Swedish Company Proves the Viability of Battery Recycling

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One of our company goals is reducing the number of alkaline batteries manufactured, purchased, and thrown into landfills every year. In addition to that, we also believe it is particularly important to recycle lithium-ion batteries. That goes as much for our batteries as it does lithium-ion car batteries. Recycling keeps battery materials out of landfills and helps to close the battery loop.


Recycling critics have long said there isn't an economically viable way to recover battery waste. But now, a Swedish company known as Northvolt has proven otherwise. They have just released the first ever lithium-ion battery manufactured using 100% recycled cobalt, manganese, and nickel.


This is a huge step that cannot be talked about too much. We have always known that most of the components in a lithium-ion battery are recoverable and reusable. To date, it has only been a question of whether it could be done in a cost-efficient way. Now we know it can be.


Closing the Battery Loop


Our industry is constantly pursuing what we call the battery loop. The loop begins with the manufacture of new batteries. Those batteries are continually charged and discharged throughout their useful life. Upon disposal, they are not thrown away. They are sent to recycling facilities where valuable materials are recovered and used to make new batteries.


We have known that closing the loop is possible for a while. But doing so in a way that made sense, and at a reasonable cost, has not been so easy. Now that Northvolt has found a way, here's hoping other battery manufacturers figure out similar systems. Wouldn't it be amazing if we could permanently close the battery loop once and for all?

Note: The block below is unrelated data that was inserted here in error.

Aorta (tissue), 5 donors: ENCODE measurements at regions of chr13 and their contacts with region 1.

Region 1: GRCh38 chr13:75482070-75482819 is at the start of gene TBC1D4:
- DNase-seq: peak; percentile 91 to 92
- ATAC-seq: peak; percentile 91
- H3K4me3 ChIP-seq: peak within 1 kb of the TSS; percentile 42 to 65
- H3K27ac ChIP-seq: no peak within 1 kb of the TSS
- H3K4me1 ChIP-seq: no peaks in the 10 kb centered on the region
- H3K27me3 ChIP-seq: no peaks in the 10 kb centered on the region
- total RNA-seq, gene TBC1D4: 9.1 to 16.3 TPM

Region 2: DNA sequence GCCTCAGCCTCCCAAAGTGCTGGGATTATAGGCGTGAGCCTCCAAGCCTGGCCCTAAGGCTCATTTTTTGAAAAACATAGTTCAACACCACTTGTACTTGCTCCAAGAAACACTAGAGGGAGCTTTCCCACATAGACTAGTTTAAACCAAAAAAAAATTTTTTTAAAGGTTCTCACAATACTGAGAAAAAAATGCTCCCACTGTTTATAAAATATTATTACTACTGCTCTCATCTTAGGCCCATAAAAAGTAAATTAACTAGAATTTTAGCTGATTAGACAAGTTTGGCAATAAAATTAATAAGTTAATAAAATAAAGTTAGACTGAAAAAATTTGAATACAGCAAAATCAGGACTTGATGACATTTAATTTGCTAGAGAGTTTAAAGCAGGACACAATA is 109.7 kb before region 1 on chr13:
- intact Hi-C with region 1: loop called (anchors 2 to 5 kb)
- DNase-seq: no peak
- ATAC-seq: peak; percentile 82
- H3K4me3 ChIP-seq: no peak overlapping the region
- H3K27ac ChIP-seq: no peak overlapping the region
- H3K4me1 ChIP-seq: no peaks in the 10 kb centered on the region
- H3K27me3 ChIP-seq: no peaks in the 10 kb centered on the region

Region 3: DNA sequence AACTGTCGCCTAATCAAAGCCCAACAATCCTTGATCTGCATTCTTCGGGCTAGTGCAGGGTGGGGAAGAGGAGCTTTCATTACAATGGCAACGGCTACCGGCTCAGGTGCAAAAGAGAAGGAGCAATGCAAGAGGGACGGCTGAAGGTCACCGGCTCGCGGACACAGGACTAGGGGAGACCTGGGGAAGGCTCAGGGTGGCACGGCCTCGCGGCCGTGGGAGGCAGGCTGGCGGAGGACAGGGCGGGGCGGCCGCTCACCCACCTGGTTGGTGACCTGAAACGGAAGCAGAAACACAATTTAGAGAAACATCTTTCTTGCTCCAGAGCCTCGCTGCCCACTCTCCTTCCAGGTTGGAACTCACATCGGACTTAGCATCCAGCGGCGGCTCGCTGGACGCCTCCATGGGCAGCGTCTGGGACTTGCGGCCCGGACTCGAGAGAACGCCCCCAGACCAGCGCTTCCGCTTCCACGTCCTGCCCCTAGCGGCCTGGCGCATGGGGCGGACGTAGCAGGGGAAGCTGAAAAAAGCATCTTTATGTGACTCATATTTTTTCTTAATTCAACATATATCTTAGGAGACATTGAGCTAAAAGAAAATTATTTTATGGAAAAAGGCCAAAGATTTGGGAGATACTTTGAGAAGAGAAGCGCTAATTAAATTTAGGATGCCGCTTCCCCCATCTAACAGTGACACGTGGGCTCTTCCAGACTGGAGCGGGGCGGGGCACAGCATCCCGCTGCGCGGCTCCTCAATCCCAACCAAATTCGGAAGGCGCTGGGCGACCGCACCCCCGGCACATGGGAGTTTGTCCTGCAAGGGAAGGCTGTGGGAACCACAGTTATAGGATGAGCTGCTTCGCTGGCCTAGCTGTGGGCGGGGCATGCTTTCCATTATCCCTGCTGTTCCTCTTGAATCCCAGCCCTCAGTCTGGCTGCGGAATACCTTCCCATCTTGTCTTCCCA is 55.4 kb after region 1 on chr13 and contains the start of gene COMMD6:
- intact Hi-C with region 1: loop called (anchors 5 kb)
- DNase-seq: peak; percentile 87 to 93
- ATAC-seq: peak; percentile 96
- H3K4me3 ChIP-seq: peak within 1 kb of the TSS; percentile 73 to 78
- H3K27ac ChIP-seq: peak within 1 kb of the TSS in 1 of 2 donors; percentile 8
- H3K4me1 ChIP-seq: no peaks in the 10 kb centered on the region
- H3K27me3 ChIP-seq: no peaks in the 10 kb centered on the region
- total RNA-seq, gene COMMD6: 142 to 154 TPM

Large-scale lithium-ion battery recycling would be fantastic on many levels. It would:


Keep more batteries out of landfills

Stretch natural resources further

Save manufacturers and consumers money

Enable us all to be better stewards of the planet


    Northvolt's accomplishment is not merely a scientific breakthrough that still needs to be adapted for commercial use. They are already in the planning stages of a recycling plant they project will be capable of accepting and recycling 125,000 tons of used batteries annually. That amounts to some 30 GWhs of battery power.


    Recovering Everything Possible


    It is clear that Northvolt wants to recover the cobalt, manganese, and nickel required to make new lithium-ion batteries. But they don't plan to stop there. They are also aiming to recover aluminum, copper, and the plastics that manufacturers use in battery components.


    Northvolt doesn't want to settle for closing the battery loop. They also want to do their part to contribute to the greater circular economy. Recycling is a big step in that direction.


    Fewer Single-Use Batteries


    We are excited to say that we believe lithium-ion battery recycling leads to even fewer single-use batteries. We hope improved recycling only encourages customers to buy more USB rechargeable batteries instead of all those batteries they use once and throw away.


    Reuse and recycle is where it's at. Our USB rechargeable batteries can be reused 1000+ times. And once they finally do reach end-of-life, they can be recycled by dropping them off at a battery recycling location near you. There are department stores, hardware stores, etc., around the country, now accepting lithium-ion batteries for recycling. Call2Recyle’s website has a great resource for finding local recycling drop-offs for batteries.


    Recycling lithium-ion batteries cost-effectively is possible. Sweden's Northvolt has demonstrated this. The more batteries we can collectively recycle, the less battery waste will end up going to landfills and incinerators and we can continue to move the world forward in right direction.